I’ve been reading the Debunking Addiction blog lately, and it’s gotten me thinking a lot about early sobriety (see Advice for Regaining Control of Your Life in Early Sobriety). Early sobriety generally refers to the first year of not drinking after sobering up. My experience has been that early sobriety will trigger anxiety, especially if you already have an anxiety disorder, which I believe many problem drinkers do.
Why Early Sobriety Triggers Anxiety
Even though I’ve been sober for a while now, I clearly remember the pain of early sobriety. That first year of not drinking was pretty much hell. I was struggling to not drink, going to as many Alcoholics Anonymous (AA) meetings as I could (which is a whole other post about social anxiety disorder), and trying to keep my generalized anxiety disorder symptoms from completely taking over my life.
Addiction, whatever form it takes, is about getting relief from painful emotions. In my case, drinking and doing drugs was the only way I knew how to cope with my pain of depression and anxiety attack symptoms. And it worked great, for a long, long time — decades, actually.
And then it stopped working, which is the eventual outcome of all addictive behavior. Instead of making me feel better, drinking started making my mental health issues worse. It had inexplicably turned on me. I had to stop.
Which brings me to the reason why early sobriety triggers anxiety. Over the years, drinking had become my main coping skill for dealing with my painful emotions, especially anxiety. Alcohol is a great anxiety reliever. But, when I had to stop drinking, I found out the hard way that I’d coped with anxiety merely by suppressing it with alcohol. And now the alcohol (and the suppressive relief it brought) was gone. My anxiety flared like a raging brush fire. It was time to find new methods for living with anxiety.
What to Do When Early Sobriety Triggers Your Anxiety
Getting sober is essentially about replacing destructive coping strategies with constructive ones. This is especially true in early sobriety, because painful feelings like anxiety will get triggered due to lack of alcohol, plus the overall strangeness of navigating the world sober. It just feels really weird for a while. Here’s some things you can do in early sobriety to reduce your anxiety triggers:
- Go to lots of 12 Step meetings. — If you’re getting sober via a 12 Step program like AA, it’s a good idea to go to a lot of meetings in early sobriety. Lots of people in the program told me early on that I should try to go to a meeting a day for awhile.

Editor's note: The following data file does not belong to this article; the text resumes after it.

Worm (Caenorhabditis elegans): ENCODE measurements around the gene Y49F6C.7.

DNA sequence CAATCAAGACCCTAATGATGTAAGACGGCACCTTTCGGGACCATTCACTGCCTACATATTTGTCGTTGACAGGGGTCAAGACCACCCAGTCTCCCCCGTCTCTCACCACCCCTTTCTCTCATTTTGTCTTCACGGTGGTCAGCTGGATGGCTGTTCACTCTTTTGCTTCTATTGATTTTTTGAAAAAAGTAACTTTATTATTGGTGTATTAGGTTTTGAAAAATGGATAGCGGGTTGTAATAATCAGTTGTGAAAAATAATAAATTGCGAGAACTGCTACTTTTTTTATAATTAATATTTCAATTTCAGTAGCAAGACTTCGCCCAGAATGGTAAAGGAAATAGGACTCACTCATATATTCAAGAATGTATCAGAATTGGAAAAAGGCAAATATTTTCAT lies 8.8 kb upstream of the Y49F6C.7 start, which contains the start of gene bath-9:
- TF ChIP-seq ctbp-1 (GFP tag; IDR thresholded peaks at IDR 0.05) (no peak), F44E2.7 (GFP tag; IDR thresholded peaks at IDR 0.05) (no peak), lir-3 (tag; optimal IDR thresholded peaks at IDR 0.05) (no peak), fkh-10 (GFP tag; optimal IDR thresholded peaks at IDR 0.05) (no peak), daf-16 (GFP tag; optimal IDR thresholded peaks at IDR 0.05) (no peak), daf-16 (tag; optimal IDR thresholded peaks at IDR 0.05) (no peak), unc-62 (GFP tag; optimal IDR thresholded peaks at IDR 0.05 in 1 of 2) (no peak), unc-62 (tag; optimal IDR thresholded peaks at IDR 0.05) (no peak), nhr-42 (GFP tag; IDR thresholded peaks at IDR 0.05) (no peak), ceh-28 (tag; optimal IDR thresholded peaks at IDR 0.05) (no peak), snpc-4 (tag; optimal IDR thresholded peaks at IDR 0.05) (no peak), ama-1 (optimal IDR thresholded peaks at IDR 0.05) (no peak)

- Find meetings that work for you. — Every meeting has a different flavor and tone, so find ones you feel comfortable enough in to share honestly about how you’re feeling. The whole point of meetings is to talk honestly about your experience. It’s a little like group therapy, but without the high counseling fees (see What is Group Therapy? How It Works, Why It’s Useful).
- Get a 12 Step sponsor. — A sponsor is a fellow addict/alcoholic who acts as a confidant and a guide through the 12 Steps. A good sponsor is someone you can trust and are willing to risk revealing yourself to. Look for someone of the same sex who you relate to, or who’s sobriety intrigues you in some way. A lot of good sponsors have also struggled with mental health issues, and have overcome them to some degree through their perseverance in sobriety.
- Work the 12 Steps. — The Steps, plus a belief in a higher power concept of your understanding, are two of the main tools in 12 Step recovery. They help you get at and work through painful feelings like anxiety during early sobriety. The Steps are spiritual tools that can help you better relate to (and regulate) your emotions without the use of drugs or alcohol.
Many alcoholics and addicts have anxiety issues. That anxiety will get triggered in early sobriety. Even people without serious anxiety issues often feel a lot of anxiety during their first year. In my opinion, it’s pretty much inevitable that early sobriety will trigger anxiety.
The tools of recovery, like meetings, the Steps, and a sponsor, are substitute coping skills for drinking. They don’t work as fast, and they’re not as easy to acquire, but, over time, they’re much more constructive and work better than drinking ever could.